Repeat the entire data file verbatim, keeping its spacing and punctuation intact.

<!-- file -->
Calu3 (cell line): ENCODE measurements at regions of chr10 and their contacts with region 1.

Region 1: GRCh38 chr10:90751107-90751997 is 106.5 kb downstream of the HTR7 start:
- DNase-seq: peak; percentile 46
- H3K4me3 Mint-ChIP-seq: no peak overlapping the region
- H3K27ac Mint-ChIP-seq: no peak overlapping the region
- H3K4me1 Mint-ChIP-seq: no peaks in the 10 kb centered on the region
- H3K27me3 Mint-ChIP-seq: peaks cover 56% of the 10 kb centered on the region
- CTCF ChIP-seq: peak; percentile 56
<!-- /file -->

Calu3 (cell line): ENCODE measurements at regions of chr10 and their contacts with region 1.

Region 1: GRCh38 chr10:90751107-90751997 is 106.5 kb downstream of the HTR7 start:
- DNase-seq: peak; percentile 46
- H3K4me3 Mint-ChIP-seq: no peak overlapping the region
- H3K27ac Mint-ChIP-seq: no peak overlapping the region
- H3K4me1 Mint-ChIP-seq: no peaks in the 10 kb centered on the region
- H3K27me3 Mint-ChIP-seq: peaks cover 56% of the 10 kb centered on the region
- CTCF ChIP-seq: peak; percentile 56